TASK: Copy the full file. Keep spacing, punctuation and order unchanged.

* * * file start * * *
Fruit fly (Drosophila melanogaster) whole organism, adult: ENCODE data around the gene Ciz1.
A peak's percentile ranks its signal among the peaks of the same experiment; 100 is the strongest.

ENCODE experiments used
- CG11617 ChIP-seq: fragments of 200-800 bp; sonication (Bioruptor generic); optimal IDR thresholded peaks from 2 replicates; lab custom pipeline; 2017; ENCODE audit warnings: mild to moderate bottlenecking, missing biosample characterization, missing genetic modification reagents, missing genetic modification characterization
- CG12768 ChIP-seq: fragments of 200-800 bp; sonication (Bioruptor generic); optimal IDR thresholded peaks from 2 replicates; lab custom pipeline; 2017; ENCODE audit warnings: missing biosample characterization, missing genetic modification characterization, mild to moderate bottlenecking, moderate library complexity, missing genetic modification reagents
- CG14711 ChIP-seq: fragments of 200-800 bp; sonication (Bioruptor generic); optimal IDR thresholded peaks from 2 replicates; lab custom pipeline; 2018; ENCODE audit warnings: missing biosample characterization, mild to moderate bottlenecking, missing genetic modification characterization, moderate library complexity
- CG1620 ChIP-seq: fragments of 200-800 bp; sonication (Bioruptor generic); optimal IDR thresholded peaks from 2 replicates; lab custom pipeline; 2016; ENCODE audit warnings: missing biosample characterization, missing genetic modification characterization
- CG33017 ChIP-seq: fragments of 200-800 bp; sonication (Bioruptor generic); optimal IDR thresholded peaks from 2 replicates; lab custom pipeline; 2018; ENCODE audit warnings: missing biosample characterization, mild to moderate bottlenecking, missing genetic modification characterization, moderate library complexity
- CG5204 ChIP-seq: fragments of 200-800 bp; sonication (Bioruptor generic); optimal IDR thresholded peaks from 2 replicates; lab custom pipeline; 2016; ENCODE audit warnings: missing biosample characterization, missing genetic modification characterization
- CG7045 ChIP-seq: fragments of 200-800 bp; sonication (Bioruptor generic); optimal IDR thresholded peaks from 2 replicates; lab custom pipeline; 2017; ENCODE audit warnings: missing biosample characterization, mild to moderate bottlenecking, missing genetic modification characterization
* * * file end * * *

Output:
Fruit fly (Drosophila melanogaster) whole organism, adult: ENCODE data around the gene Ciz1.
A peak's percentile ranks its signal among the peaks of the same experiment; 100 is the strongest.

ENCODE experiments used
- CG11617 ChIP-seq: fragments of 200-800 bp; sonication (Bioruptor generic); optimal IDR thresholded peaks from 2 replicates; lab custom pipeline; 2017; ENCODE audit warnings: mild to moderate bottlenecking, missing biosample characterization, missing genetic modification reagents, missing genetic modification characterization
- CG12768 ChIP-seq: fragments of 200-800 bp; sonication (Bioruptor generic); optimal IDR thresholded peaks from 2 replicates; lab custom pipeline; 2017; ENCODE audit warnings: missing biosample characterization, missing genetic modification characterization, mild to moderate bottlenecking, moderate library complexity, missing genetic modification reagents
- CG14711 ChIP-seq: fragments of 200-800 bp; sonication (Bioruptor generic); optimal IDR thresholded peaks from 2 replicates; lab custom pipeline; 2018; ENCODE audit warnings: missing biosample characterization, mild to moderate bottlenecking, missing genetic modification characterization, moderate library complexity
- CG1620 ChIP-seq: fragments of 200-800 bp; sonication (Bioruptor generic); optimal IDR thresholded peaks from 2 replicates; lab custom pipeline; 2016; ENCODE audit warnings: missing biosample characterization, missing genetic modification characterization
- CG33017 ChIP-seq: fragments of 200-800 bp; sonication (Bioruptor generic); optimal IDR thresholded peaks from 2 replicates; lab custom pipeline; 2018; ENCODE audit warnings: missing biosample characterization, mild to moderate bottlenecking, missing genetic modification characterization, moderate library complexity
- CG5204 ChIP-seq: fragments of 200-800 bp; sonication (Bioruptor generic); optimal IDR thresholded peaks from 2 replicates; lab custom pipeline; 2016; ENCODE audit warnings: missing biosample characterization, missing genetic modification characterization
- CG7045 ChIP-seq: fragments of 200-800 bp; sonication (Bioruptor generic); optimal IDR thresholded peaks from 2 replicates; lab custom pipeline; 2017; ENCODE audit warnings: missing biosample characterization, mild to moderate bottlenecking, missing genetic modification characterization